If you’re looking for a new PC for engineering (electronic or otherwise), you don’t need to break the bank. This guide is for those of you more focused on engineering than keeping up with the latest PC hardware.
Laptop vs Desktop
Unless you plan on moving around a lot, or just don’t have a place to put a desktop computer, buying or building a desktop computer instead of a laptop will save you a lot of money and give you significantly better performance. Processors in laptops are much weaker due to thermal and power constraints, as are graphics cards. A laptop’s hardware must be packaged into a portable chassis, whereas a desktop computer doesn’t have this constraint. Consequently, the desktop computer can have significantly higher power consumption, due to having no battery restrictions, and more effective cooling, owing to its larger chassis space. Desktops can do more for less money.
The primary disadvantage for me with laptops is the lack of screen size. I like a nice big screen on which I can see what I’m doing without straining my eyes. That being said, a laptop is certainly nice for being able to sit at a cafe or in a forest and get some work done. If you’re planning to buy a laptop instead, you might check out the laptop buying guide article I wrote on my blog.
Build or Buy
If you are looking at a laptop rather than a desktop computer, you don’t have much of a choice when it comes to building vs buying. A laptop allows you some specification options at the time of order, but that's about it. With a desktop machine, you’ll get much higher specifications and better quality components for your money if you go to a computer store (online or locally) and order the parts instead of buying a pre-assembled machine. Typically a computer store will assemble and set up the computer from your chosen parts for a relatively trivial amount of money if you don’t feel up to assembling the machine yourself.
To my mind, the main advantage to a brand name pre-built machine is the support that comes along with it. That being said, a next day on-premises support contract with the machine can be expensive, and the time lost waiting for a technician to come out to you might not be worth it if you can simply buy a replacement part yourself. A local computer store will also offer a warranty on the build, as well as the manufacturer's warranty on each part. If you are in the vicinity of a local store, your business will mean more to them than it ever will to a large multinational corporation.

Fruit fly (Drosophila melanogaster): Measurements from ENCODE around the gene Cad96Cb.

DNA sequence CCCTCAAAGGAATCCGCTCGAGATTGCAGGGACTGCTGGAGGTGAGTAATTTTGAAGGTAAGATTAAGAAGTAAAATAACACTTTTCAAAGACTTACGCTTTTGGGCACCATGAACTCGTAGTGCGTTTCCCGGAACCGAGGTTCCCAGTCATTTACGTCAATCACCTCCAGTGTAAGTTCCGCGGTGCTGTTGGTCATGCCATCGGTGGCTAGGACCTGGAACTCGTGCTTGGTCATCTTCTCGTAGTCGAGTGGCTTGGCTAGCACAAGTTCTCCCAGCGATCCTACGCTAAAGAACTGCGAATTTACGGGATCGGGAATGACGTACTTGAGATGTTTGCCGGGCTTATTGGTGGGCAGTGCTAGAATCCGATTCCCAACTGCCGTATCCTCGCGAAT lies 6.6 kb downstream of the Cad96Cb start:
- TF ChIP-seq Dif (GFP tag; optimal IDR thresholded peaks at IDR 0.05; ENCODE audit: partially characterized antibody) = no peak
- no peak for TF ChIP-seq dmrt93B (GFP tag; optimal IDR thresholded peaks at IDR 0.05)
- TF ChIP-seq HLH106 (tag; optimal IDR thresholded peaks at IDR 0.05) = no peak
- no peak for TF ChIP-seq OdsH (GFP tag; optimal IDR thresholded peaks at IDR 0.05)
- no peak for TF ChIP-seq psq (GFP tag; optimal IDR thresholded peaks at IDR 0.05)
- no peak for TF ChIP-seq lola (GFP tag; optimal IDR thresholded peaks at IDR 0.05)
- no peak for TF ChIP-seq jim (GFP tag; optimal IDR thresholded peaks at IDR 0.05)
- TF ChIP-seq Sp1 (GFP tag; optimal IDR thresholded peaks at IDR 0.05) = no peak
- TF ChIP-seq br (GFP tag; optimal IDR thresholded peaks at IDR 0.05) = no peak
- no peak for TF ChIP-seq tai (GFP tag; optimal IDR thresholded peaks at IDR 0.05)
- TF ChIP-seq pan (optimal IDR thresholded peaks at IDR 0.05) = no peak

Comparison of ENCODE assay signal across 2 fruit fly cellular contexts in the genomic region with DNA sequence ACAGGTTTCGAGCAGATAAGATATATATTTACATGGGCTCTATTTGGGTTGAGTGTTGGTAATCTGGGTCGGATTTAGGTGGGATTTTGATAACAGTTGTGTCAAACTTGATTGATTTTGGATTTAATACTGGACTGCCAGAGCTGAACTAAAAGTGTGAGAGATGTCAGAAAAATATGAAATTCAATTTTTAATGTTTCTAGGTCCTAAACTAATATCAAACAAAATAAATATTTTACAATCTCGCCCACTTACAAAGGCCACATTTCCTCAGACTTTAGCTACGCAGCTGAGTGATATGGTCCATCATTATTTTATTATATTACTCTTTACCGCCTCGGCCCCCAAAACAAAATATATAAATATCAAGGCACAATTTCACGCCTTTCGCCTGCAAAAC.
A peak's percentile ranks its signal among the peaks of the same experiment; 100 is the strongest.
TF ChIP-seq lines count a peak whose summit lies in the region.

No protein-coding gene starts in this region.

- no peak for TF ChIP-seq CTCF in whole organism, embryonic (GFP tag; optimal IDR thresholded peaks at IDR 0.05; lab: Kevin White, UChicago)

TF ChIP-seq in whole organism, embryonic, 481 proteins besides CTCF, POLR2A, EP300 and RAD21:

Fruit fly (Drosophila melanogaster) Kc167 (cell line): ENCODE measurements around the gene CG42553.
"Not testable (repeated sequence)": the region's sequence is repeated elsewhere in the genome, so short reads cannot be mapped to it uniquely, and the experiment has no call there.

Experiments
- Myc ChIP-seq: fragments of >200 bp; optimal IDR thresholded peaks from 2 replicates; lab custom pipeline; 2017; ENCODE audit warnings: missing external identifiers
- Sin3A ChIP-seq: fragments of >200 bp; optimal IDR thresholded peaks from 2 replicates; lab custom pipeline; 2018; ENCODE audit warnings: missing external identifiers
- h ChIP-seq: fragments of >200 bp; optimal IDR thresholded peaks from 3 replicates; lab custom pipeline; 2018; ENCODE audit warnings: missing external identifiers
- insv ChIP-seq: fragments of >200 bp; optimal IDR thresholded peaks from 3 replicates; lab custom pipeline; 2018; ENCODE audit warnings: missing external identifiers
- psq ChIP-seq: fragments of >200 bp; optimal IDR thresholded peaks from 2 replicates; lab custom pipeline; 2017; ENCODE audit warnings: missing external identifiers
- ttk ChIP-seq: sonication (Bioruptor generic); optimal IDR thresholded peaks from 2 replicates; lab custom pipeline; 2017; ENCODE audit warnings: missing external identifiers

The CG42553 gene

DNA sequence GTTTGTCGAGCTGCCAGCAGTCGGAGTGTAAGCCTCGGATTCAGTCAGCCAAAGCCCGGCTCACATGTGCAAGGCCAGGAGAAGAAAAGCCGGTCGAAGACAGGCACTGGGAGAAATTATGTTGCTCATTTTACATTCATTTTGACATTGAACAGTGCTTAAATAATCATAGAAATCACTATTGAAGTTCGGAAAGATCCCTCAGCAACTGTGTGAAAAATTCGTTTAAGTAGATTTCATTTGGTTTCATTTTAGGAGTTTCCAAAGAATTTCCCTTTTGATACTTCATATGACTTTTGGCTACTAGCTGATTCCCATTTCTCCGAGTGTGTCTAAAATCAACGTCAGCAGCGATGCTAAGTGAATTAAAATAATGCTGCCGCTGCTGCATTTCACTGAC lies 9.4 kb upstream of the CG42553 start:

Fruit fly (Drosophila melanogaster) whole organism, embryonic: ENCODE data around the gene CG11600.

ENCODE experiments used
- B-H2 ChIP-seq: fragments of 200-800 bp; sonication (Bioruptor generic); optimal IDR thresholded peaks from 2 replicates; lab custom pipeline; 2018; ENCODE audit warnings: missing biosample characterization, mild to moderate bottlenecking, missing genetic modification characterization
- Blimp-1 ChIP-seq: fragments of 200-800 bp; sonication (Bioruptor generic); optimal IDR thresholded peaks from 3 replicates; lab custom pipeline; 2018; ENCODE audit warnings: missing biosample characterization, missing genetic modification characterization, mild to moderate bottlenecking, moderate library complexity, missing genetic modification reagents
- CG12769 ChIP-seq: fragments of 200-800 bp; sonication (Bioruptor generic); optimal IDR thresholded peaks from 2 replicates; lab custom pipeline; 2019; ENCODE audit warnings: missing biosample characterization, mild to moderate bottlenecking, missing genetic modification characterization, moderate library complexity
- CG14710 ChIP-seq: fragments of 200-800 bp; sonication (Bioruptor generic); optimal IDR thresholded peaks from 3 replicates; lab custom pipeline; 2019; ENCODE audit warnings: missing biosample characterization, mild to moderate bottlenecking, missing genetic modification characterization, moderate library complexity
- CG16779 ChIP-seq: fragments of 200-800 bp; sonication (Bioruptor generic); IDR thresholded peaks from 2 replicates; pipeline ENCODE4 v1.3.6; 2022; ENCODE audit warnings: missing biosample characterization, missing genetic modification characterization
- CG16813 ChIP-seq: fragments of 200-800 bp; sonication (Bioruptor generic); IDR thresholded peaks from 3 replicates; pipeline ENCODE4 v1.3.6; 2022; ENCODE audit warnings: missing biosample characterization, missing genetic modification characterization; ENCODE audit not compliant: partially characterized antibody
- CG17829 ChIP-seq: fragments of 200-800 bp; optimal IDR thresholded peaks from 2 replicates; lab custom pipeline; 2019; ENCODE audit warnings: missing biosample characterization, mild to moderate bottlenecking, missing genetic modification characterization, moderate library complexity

The most important specification when it comes to a computer for me is RAM (Random Access Memory). There’s no point in having a super fast processor, great graphics card and tons of fast storage if you can’t load a complex circuit board or mechanical design into memory. If you don’t have enough RAM, your computer will swap data into and out of RAM, and will be very slow as it transfers the data between memory and disk. RAM runs at a bit over 50Gbps meanwhile the highest speed NVMe solid state hard drives run at a fraction of that speed and will be the biggest bottleneck in the system.
If you want to get to the recommendations, jump straight to the end of the article.
RAM - Random Access Memory
For an engineering computer, 32GB is the bare minimum I would consider. When I’m using Altium, Chrome, and Solidworks, I can easily sit at 20-25GB of RAM in use and have Solidworks Resource Monitor constantly complaining at me. An extra 32GB of RAM will only cost an additional $100-200 these days, so it’s well worth the price.
CPU - Central Processing Unit
I’ve been using the top of the line Intel i7 processors for the past 10 years, however, AMD is starting to make some competitive options for processors. Generally, CAD software requires more single-core performance than multi-core but that is slowly starting to change. Intel’s next generation of processors are due out for notebooks this month, but desktop computers will have to wait several more months. Looking through Intel’s literature, it looks like the coming 10th generation processors are not going to offer a very substantial increase in performance over the current 9th generation. I feel what I say about 9th generation processors will stay the same with the 10th in regards to engineering.
For a desktop computer, if you’re on a budget, an AMD Ryzen 5 2600X is a very attractive processor. It’s almost half the price of the popular Intel i7-9700K that I’m using, but the i7 is about 30% faster. By using the AMD processor over Intel, you could buy the extra 32GB of RAM and still have some extra cash left. If performance is more critical than price, the i7-9700K or it’s future replacement will give you more performance per core, and more physical processor cores. If you’re still seeking more power, an Intel i9-9900K gives you more cache (allows more instructions to be queued/data stored) and adds multi-threading per core for 16 virtual processors on 8 cores. The cost increase to the i9 may look minor, however, they don’t include a CPU cooler which will add to the cost.